Food versus fuel: examining tradeoffs in the allocation of biomass energy sources to domestic and productive uses in Ethiopia uri icon

abstract

  • Rural households in Ethiopia have limited options to meet their domestic energy needs because they lack access to modern fuels and technologies. Domestic use of certain fuel sources, such as cow dung, can hinder agricultural outcomes and productivity. This article explores the tradeoffs between domestic and productive uses of biomass energy sources in the Nile Basin of Ethiopia using a nonseparable farm household model where labor allocation to energy collection and farming are analyzed simultaneously. We estimate a system of five structural equations using three-stage least squares and find that the use of dung as a domestic fuel source has negative implications for the value of harvested crops, while use of on-farm fuelwood is associated with increased value of agricultural output. On-farm production of fuelwood appears to increase the value of crop output and provide labor savings, by making fuelwood collection more convenient for households. Policy interventions to support the expansion of agroforestry and increase access to new energy-efficient technologies are needed to ensure that agricultural productivity can be both increased and sustained.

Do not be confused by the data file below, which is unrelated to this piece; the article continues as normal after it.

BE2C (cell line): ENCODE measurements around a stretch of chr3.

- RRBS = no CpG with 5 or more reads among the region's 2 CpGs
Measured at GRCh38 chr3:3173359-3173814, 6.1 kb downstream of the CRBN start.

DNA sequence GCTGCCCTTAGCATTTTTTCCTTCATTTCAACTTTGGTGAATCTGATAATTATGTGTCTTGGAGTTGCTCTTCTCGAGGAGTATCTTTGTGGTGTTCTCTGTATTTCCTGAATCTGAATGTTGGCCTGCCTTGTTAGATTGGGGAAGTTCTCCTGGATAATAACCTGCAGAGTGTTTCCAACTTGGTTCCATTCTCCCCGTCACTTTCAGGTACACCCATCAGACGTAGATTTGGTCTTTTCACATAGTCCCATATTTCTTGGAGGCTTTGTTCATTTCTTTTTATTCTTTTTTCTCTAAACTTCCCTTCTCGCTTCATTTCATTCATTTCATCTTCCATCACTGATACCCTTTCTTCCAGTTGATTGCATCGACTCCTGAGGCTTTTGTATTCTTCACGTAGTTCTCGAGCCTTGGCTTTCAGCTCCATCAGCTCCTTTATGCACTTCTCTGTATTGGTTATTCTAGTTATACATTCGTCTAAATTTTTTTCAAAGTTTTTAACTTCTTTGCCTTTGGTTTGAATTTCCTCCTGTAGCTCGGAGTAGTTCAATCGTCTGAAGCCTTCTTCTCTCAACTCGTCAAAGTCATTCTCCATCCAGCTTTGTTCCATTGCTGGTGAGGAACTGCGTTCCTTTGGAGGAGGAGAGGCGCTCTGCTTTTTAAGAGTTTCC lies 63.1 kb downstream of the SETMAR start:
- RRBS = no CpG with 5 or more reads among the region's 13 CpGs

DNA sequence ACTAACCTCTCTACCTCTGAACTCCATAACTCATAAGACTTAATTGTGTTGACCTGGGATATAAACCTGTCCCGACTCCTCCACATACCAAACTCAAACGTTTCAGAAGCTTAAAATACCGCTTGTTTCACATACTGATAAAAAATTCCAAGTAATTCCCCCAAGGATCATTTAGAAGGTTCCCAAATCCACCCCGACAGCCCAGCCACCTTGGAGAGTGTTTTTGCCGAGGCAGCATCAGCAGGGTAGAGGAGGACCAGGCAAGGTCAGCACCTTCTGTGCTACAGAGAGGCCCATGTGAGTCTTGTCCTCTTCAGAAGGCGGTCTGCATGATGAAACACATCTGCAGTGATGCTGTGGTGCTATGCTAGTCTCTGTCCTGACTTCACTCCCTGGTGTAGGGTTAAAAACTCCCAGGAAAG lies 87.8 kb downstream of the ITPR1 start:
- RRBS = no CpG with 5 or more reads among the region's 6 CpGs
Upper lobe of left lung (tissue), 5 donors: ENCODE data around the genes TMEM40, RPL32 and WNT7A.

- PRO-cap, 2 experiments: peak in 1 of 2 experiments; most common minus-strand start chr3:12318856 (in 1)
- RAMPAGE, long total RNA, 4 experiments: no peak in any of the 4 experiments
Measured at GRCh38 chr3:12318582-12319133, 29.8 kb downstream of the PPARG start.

publication date

  • 2017
  • 2017